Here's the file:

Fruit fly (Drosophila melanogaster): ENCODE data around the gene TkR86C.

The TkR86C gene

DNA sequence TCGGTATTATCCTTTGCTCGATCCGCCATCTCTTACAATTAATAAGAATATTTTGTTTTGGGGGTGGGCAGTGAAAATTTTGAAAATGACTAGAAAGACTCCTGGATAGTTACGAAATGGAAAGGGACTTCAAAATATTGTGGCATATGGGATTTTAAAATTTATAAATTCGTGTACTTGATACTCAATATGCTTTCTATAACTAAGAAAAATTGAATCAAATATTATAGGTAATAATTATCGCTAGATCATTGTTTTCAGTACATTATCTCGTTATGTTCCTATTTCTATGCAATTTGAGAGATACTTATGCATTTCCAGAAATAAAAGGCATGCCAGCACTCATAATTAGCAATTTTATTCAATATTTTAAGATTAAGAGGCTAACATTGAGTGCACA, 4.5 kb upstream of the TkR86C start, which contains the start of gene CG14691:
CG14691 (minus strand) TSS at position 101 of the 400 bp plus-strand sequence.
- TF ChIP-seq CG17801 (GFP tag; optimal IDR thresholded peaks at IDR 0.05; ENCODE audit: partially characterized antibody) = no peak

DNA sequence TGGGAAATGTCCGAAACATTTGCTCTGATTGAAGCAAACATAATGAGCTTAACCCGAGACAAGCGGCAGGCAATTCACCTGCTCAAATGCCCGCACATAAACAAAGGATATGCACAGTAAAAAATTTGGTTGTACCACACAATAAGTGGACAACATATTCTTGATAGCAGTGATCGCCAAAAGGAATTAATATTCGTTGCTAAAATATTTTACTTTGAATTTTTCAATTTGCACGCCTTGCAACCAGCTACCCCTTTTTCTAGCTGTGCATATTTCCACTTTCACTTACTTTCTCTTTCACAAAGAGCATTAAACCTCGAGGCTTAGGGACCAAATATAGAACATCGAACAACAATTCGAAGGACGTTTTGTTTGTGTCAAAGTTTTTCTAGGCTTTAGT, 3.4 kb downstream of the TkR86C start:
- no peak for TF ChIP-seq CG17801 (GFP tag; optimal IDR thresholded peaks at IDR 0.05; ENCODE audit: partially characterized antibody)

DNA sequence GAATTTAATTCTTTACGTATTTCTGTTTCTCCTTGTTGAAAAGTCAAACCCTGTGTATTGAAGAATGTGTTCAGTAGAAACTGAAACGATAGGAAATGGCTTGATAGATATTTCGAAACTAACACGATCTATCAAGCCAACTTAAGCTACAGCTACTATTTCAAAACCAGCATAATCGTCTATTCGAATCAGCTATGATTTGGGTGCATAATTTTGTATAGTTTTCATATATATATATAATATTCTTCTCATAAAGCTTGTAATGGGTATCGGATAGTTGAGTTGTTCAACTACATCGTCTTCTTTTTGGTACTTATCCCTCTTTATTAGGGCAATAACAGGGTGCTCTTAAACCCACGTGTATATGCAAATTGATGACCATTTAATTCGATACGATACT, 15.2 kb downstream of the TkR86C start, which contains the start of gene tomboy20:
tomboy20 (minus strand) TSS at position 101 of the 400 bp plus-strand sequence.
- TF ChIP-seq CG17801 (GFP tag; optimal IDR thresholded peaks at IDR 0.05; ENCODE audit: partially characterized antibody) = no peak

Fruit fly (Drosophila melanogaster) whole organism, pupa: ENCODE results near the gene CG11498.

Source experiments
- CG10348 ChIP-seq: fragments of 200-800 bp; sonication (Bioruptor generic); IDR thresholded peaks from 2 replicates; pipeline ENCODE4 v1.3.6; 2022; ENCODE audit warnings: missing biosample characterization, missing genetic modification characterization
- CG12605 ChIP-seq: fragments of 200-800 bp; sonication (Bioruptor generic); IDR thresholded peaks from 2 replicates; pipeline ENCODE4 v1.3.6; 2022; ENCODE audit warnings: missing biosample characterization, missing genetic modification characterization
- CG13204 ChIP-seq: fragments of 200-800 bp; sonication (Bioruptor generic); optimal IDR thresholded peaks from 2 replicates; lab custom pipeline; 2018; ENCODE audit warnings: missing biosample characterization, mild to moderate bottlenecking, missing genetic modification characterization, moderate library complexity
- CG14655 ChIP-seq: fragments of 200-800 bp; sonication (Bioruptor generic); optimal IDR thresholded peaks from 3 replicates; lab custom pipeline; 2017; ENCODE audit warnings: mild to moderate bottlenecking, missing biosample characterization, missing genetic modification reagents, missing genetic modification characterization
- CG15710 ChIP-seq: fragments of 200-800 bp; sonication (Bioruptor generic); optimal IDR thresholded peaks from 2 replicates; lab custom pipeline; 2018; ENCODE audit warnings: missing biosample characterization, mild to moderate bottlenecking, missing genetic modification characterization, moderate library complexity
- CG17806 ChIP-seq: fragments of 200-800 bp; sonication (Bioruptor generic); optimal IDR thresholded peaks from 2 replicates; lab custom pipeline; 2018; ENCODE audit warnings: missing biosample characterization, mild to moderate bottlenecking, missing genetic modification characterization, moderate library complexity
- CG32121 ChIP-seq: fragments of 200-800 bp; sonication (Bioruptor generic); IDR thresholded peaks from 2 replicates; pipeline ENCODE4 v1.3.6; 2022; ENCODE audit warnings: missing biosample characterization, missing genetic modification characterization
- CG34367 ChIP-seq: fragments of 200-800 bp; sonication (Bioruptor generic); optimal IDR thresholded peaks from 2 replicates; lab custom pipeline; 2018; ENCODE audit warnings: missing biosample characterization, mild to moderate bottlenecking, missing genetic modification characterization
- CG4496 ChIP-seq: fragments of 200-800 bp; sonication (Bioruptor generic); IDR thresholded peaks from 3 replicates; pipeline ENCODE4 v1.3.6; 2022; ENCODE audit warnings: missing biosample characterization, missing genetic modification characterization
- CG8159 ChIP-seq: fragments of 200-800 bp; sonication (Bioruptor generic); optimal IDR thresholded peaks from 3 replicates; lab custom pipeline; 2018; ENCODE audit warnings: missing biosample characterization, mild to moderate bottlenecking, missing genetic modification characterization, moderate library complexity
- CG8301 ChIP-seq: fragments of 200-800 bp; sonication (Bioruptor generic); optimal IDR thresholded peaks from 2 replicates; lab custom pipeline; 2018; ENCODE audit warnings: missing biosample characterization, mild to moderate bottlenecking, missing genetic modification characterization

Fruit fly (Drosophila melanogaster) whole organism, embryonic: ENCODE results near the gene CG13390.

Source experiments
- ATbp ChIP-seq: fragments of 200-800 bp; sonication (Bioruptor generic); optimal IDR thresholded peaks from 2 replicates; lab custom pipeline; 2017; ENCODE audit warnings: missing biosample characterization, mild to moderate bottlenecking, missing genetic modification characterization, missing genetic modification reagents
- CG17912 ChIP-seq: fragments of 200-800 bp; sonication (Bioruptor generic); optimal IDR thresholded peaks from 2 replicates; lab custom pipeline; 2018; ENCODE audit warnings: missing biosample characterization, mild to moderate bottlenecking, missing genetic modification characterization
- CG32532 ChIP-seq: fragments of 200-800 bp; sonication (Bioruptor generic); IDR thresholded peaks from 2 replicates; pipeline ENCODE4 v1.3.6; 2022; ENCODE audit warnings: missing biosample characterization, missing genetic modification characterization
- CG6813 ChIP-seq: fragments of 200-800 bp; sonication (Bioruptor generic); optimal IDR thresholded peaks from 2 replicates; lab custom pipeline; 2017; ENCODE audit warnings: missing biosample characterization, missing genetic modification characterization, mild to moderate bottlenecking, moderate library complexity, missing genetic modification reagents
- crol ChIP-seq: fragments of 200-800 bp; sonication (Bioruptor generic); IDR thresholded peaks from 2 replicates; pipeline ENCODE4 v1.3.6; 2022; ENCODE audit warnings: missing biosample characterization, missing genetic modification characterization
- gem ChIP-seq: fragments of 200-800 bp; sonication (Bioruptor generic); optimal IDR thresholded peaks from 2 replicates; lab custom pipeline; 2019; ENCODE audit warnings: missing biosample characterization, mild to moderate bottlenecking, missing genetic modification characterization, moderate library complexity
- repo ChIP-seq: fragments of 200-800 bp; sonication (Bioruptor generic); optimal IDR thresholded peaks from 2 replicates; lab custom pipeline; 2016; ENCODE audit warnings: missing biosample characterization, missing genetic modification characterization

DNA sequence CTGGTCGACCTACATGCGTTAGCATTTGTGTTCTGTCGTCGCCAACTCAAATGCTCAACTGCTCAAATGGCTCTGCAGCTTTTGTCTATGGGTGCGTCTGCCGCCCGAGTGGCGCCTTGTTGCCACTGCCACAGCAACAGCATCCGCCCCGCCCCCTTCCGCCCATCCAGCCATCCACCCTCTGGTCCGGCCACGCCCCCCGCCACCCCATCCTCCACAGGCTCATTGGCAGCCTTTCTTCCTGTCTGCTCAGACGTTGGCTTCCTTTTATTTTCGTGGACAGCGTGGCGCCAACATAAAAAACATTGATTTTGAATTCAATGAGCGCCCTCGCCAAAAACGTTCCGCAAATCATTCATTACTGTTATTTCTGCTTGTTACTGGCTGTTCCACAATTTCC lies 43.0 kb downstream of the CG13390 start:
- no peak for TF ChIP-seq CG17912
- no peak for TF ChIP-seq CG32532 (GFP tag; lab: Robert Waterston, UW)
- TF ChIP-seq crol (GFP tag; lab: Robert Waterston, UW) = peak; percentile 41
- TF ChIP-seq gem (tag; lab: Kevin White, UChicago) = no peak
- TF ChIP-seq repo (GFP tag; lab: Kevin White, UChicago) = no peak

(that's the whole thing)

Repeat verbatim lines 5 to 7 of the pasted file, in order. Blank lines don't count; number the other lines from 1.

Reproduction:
- TF ChIP-seq CG17801 (GFP tag; optimal IDR thresholded peaks at IDR 0.05; ENCODE audit: partially characterized antibody) = no peak

DNA sequence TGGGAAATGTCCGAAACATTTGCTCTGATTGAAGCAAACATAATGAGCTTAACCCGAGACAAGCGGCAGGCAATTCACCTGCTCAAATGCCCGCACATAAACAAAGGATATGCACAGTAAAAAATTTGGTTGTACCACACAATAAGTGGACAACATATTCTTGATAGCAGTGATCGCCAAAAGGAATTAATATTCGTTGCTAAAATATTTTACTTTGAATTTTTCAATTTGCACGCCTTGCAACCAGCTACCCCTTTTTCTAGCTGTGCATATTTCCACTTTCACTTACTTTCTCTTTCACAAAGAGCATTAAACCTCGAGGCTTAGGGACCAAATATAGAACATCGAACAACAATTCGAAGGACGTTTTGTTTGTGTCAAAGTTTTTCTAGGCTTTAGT, 3.4 kb downstream of the TkR86C start:
- no peak for TF ChIP-seq CG17801 (GFP tag; optimal IDR thresholded peaks at IDR 0.05; ENCODE audit: partially characterized antibody)